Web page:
NEW ENGLAND — The company that withdrew its application to build a $250 million wind farm in eastern Stark County isn’t giving up on southwest North Dakota.
A spokesperson for Florida-based NextEra Energy Resources said Thursday that it is “looking at multiple options” in the area for a future wind project.
“That’s about as specific as I can be at this point,” Steven Stengel, NextEra’s director of communications, said Thursday in an email to The Press. He added that NextEra is continuing to speak with its stakeholders about projects that will address their concerns.
The spring planting season has begun in southwest North Dakota.
County extension agents and farmers south of Dickinson said fertilizing and seeding of fields is slowly starting throughout the area thanks to a mix of warm temperatures, dry conditions and general anxiousness.
“Right now, everybody is tickled,” said Duaine Marxen, Hettinger County’s extension agent.
But it isn’t full-speed-ahead quite yet, farmers said.
“We’re kind of piddling along here,” said Terry Kirschemann, who farms near Regent. “We need another week of temperatures before we can get into the heavier stuff.”
NEW ENGLAND — The party didn’t stop after the post-game celebration.
In New England, the revelry for winning the Region 7 boys basketball championship game last Thursday night in Dickinson lingered until the team and fans got home. Then it spilled over onto the city’s Main Street, led by fire trucks blasting sirens, a stream of cars honking horns, and the hoots and hollers of fans in this town of about 650 people relishing something that hasn’t occurred in nearly a generation.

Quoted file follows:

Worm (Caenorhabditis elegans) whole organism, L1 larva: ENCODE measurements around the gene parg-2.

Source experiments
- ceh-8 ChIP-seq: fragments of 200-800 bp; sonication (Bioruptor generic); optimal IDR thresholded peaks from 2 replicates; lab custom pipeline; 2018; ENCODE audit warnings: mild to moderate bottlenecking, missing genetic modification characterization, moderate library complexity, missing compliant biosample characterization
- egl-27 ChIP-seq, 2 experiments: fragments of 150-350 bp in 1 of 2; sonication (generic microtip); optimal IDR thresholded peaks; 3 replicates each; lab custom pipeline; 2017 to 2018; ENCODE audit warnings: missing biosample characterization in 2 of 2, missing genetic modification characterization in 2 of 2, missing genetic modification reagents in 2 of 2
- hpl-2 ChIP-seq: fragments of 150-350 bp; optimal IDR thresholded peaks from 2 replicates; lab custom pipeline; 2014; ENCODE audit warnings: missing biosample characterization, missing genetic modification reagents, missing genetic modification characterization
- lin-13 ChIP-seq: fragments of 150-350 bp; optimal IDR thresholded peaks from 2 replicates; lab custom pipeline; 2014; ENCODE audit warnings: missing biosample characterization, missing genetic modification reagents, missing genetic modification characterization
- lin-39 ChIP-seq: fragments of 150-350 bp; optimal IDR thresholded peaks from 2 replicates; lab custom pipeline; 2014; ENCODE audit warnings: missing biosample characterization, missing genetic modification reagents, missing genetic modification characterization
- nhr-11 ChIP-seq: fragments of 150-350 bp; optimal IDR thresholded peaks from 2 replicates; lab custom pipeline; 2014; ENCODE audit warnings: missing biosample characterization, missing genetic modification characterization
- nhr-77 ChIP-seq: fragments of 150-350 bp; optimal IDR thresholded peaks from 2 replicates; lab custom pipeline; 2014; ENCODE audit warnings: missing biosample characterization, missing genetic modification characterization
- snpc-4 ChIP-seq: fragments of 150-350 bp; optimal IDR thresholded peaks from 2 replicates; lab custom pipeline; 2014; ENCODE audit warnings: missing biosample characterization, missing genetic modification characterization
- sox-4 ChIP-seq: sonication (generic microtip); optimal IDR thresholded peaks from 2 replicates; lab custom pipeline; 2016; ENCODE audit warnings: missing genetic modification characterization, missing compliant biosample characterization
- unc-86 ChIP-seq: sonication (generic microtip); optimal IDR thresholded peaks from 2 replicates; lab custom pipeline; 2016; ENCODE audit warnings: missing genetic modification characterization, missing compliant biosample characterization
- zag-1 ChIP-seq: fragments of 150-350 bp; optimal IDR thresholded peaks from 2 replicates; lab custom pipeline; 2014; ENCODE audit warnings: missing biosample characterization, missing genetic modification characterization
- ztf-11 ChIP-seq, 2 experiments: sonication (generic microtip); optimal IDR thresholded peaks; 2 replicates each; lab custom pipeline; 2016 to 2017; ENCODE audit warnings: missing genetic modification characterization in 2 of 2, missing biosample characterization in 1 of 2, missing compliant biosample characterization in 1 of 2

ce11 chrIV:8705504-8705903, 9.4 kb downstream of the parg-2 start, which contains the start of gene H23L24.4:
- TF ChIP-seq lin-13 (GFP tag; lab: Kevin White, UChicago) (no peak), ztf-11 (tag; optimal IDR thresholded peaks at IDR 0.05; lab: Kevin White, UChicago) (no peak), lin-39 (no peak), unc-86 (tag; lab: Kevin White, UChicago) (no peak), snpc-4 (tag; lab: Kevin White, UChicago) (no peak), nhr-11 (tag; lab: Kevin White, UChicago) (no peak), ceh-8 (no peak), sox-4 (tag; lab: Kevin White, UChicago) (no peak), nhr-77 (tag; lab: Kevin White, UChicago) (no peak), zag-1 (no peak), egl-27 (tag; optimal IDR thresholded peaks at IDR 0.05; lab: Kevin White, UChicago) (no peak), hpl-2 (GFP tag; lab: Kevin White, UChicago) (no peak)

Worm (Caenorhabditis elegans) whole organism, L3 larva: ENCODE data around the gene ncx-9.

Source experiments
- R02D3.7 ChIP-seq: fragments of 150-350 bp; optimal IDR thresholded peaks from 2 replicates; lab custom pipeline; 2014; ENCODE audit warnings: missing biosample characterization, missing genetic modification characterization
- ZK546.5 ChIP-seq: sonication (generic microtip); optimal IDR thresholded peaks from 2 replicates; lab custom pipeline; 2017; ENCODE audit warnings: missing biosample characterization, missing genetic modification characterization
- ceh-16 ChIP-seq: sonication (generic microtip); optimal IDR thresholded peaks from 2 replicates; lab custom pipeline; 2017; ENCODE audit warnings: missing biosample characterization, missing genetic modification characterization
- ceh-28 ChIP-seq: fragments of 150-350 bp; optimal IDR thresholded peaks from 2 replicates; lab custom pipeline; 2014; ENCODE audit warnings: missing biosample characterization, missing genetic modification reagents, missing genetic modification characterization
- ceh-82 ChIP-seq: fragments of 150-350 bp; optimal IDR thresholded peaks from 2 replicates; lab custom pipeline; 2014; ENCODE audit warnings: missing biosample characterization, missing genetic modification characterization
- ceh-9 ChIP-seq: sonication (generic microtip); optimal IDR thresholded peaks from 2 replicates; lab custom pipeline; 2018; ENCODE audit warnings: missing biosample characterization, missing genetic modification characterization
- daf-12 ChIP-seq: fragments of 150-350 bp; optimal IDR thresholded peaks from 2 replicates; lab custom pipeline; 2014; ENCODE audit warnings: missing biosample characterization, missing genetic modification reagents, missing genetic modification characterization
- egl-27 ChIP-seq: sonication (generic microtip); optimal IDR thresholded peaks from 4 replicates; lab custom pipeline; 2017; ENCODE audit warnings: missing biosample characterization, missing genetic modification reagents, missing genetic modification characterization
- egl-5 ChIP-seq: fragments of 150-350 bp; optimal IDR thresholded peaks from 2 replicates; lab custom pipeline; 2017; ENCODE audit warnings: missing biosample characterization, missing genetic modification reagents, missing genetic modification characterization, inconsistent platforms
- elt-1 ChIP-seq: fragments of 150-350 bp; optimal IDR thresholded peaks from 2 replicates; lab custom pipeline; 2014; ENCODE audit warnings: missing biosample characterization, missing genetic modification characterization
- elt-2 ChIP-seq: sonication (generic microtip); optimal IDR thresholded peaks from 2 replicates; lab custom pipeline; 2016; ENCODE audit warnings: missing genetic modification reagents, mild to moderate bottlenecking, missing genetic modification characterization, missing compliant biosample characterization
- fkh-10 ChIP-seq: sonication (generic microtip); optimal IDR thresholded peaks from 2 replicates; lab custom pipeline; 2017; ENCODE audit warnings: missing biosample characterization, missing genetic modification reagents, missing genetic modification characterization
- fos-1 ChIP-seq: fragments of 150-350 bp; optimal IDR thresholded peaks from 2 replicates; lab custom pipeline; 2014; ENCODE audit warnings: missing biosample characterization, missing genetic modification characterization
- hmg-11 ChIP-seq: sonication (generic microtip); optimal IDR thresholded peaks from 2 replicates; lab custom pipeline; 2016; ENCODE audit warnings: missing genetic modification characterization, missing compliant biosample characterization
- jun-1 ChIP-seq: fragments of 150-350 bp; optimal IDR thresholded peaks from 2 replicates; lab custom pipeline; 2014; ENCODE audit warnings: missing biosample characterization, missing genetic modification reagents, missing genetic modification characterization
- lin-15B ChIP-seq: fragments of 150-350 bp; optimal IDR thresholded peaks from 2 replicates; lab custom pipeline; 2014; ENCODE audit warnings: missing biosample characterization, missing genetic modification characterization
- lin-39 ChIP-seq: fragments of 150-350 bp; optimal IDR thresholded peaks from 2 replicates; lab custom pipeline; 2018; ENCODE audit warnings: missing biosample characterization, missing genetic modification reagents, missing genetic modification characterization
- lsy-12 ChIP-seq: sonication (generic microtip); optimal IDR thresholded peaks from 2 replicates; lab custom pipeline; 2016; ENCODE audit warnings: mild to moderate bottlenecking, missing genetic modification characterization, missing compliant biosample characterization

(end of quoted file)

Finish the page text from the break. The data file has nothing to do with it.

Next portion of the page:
New England, with only 69 kids in high school, will be both the smallest school and community participating in this year’s Class B state tournament, which begins today at the Bismarck Event Center.
“For us, this is the ultimate,” said Daryl Jung, the school’s longtime athletic director. “It’s actually a dream come true.”
NEW ENGLAND — Two minimum security inmates who escaped from the Dakota Women’s Correctional and Rehabilitation Center late Wednesday night were arrested Thursday morning in Dickinson.
Dickinson Police Capt. Joe Cianni said the department’s dispatch received a tip about two women matching the description of Justice Lange and Jessica Briggs walking along the 300 block of Third Avenue West. Offi cers responded and identifi ed the women from their mugshots. Within three minutes, offi cers had taken the duo into custody without incident at approximately 10 a.m. near the 500 block of Third Avenue West.
They are being held at the Southwest Multi-County Correction Center in Dickinson.
NEW ENGLAND — The city of New England has received $5 million in funding to help get its water infrastructure project in the ground.
The U.S. Department of Agriculture announced Friday that it is giving a $2.7 million loan and awarding a $2.2 million grant to the city of about 750 to help improve and replace its water infrastructure. The water pipes and sewer system New England uses now were installed in 1947.
“It’s a tremendous undertaking for the city of New England,” said Mayor Marty Opdahl.
NEW ENGLAND — Steve LaFramboise had a nice little thing going inside his bowling alley. He had turned a small corner section of The B.A. restaurant into a bar and lounge area where bowlers could gather.
It turned into the place to go in New England for those wanting to socialize while enjoying an adult beverage.
But, LaFramboise said, it was never anything more than a hole in the wall. In fact, he acknowledges, it wasn’t even much of a bar.
NEW ENGLAND — All it takes is one look inside the New England Fire and Ambulance Hall to see the small town could use a better facility.
Packed like sardines into a 40-foot long by 80-foot wide steel building on the town’s Main Street are two ambulances and five fire trucks of different sizes. One truck is always parked outside.
“Those who have questioned why we need a new building, all they have to do is walk into ours right now,” Fire Chief Joey Kathrein said. “It’s actually dangerous. That’s a big reason why we wanted to expand.”
With the help of grants, fundraising and a donated piece of land, the town is building the $1.15 million Emergency Services Center on the city’s northeast edge to house its fire and ambulance services.